Audi RS4

Flagship A4 scores on pace and desirability. But has it met its match?

  • Effortless torque, involving drive, build quality
  • Erm...

With customers queuing to get their hands on the incredible R8 supercar, Audi’s reputation for making fine drivers’ machines is clearly as strong as ever. But the stunning two-door isn’t the only option for buyers who want breathtaking performance – the RS4 sets plenty of pulses racing, too.

For starters, it looks great. While the basic shape of the standard A4 compact executive car is fairly mundane, the range-topper gets blistered wheelarches to highlight the fact that it sits 30mm lower and has a much wider track. Add in huge 19-inch alloys, as well as subtle detailing such as the chrome mirrors and a more aggressive spoiler lip, and the car looks squat and purposeful from every angle.

As the RS4 has a saloon bodyshape, it can’t quite match the M3 coupé for visual aggression, but the extra set of doors certainly adds a dose of practicality to the package. Then again, with the Audi boasting a shorter wheelbase than the BMW, it doesn’t provide any advantage in terms of legroom for rear passengers.

Up front, the RS4’s driving position is spot-on, and the superb flat-bottomed steering wheel has a wide range of adjustment. The Recaro sports seats are comfortable and supportive, too, while the six-speed manual gearlever is topped by neat perforated trim that is great to hold.

But it’s once you press the start button that the Audi really begins to feel special. As with the BMW, a great engine is at the heart of this car’s appeal. It fires into life with a delicious V8 rumble, and sounds good on the move as well – especially when you hit the Sport button. This sharpens throttle response in much the same way as the M3’s MDrive set-up.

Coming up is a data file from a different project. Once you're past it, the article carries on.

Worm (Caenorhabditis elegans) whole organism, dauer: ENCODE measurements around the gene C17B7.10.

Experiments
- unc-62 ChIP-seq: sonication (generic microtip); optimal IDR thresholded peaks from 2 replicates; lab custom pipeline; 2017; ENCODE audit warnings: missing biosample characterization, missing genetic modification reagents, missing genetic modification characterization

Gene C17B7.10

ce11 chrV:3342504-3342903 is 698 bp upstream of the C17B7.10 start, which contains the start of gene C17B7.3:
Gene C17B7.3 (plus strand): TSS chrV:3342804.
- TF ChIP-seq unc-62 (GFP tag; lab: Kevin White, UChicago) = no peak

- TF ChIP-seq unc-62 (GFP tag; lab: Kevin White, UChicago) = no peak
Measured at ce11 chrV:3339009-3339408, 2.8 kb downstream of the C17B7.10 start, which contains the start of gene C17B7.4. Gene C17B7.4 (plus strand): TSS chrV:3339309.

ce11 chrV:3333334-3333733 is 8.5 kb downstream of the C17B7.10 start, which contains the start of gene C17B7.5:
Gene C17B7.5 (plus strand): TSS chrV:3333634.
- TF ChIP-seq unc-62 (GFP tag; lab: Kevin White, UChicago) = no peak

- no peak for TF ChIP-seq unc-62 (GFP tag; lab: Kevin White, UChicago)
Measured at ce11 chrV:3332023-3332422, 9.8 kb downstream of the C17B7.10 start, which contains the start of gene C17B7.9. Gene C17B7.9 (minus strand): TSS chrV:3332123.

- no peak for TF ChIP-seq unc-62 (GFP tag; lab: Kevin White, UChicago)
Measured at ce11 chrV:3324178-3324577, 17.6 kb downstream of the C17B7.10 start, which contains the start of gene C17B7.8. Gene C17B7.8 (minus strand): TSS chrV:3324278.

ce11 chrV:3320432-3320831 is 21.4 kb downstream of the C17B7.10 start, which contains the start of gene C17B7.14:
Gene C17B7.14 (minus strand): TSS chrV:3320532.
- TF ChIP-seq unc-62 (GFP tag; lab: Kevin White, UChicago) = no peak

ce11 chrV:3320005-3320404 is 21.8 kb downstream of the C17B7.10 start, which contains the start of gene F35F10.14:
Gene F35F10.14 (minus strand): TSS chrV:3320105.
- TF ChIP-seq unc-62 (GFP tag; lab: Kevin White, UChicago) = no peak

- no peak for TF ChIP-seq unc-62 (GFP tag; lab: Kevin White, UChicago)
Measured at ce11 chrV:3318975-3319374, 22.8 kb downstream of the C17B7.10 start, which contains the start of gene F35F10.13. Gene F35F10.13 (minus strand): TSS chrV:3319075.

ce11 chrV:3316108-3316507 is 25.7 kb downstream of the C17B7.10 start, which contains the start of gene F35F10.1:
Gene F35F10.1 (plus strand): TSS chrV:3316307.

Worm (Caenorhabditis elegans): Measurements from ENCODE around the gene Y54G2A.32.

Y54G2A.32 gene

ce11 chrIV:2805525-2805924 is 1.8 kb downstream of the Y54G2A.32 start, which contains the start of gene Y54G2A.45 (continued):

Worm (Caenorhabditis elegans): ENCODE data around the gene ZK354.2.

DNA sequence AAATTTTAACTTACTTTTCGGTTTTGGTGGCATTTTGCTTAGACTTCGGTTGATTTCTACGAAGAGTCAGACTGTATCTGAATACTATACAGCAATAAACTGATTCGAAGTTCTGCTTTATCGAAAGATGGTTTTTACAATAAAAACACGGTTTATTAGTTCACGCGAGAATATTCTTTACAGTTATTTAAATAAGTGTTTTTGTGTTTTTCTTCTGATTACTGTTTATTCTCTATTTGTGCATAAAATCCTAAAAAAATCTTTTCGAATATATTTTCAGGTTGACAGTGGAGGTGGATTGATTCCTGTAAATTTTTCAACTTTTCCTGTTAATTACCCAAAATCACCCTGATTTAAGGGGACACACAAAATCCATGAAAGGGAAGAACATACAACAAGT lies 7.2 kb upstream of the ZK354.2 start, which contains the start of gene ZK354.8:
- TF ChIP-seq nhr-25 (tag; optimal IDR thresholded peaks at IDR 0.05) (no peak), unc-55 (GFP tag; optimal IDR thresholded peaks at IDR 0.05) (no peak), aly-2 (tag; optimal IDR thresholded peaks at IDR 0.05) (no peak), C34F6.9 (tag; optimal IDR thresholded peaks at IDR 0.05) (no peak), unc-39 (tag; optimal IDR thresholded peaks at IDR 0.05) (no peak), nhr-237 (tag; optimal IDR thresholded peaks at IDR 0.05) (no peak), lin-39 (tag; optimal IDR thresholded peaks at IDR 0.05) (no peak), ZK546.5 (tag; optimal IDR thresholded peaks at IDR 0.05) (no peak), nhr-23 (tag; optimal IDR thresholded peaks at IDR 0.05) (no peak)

But even without it, the RS4 delivers muscular low-down grunt; its 430Nm torque figure is 30Nm up on the BMW’s. Power outputs are identical, though, at 414bhp, and there was little to split the two in terms of pace.

The Audi’s V8 doesn’t have the mechanical hard edge of the BMW unit higher up in the rev range, although we think it sounds just as good. It loses nothing to the M3 for refinement, either. Crucially, its six-speed manual gearbox is much slicker than the BMW’s, and there’s less inertia from the drivetrain to be felt in the lever. The quattro transmission gives excellent traction, yet despite the extra bulk of the four-wheel-drive system, the RS4 is 5kg lighter than the M3.

What’s more, when compared with the rear-driven BMW, the Audi’s dynamics aren’t upset by the fact its front wheels have to drive and steer. In fact, until the R8 arrived, this model could lay claim to being the most accomplished driver’s car the firm had ever produced. Its nose feels a little heavier than the M3’s, but the purity of the steering hasn’t been affected.

Through corners, there’s a suppleness to the Audi’s suspension that translates into a fraction more body movement. It’s always incredibly involving to drive, but it doesn’t provide the same on-the-limit grip of the BMW, and on the track it’s more prone to understeer. As a result, it feels slightly less honed than the M3. But as a daily driver, the RS4 delivers great pace, and is every bit as quick from A to B on a twisty road. The differences between the Audi and BMW are minimal, and that extends to the price. So choosing the winner will be tough.


Price: £51,105Model tested: Audi RS4Chart position: 1WHY: Meet the latest in a long line of fast 4WD Audi saloons – and the RS4 is the best to date.


The RS4’s claimed combined figure is 1.9mpg less frugal than the BMW’s, and we averaged only 17.4mpg. That means you’ll be stopping at the pumps roughly every 240 miles.


Neither car here suffers from bad depreciation. The RS4 is predicted to retain 58.1 per cent of its value, which means it should be worth £29,642 in three years’ time.


At £1,240 for the first three checks on the variable schedule, we reckon running costs should be similar to the M3’s. The Audi dealer network is smaller, though.


Higher-band owners will pay £7,143 a year to run the RS4 – that’s £56 more than for the BMW. And adding lots of options will increase the tax bill on both.

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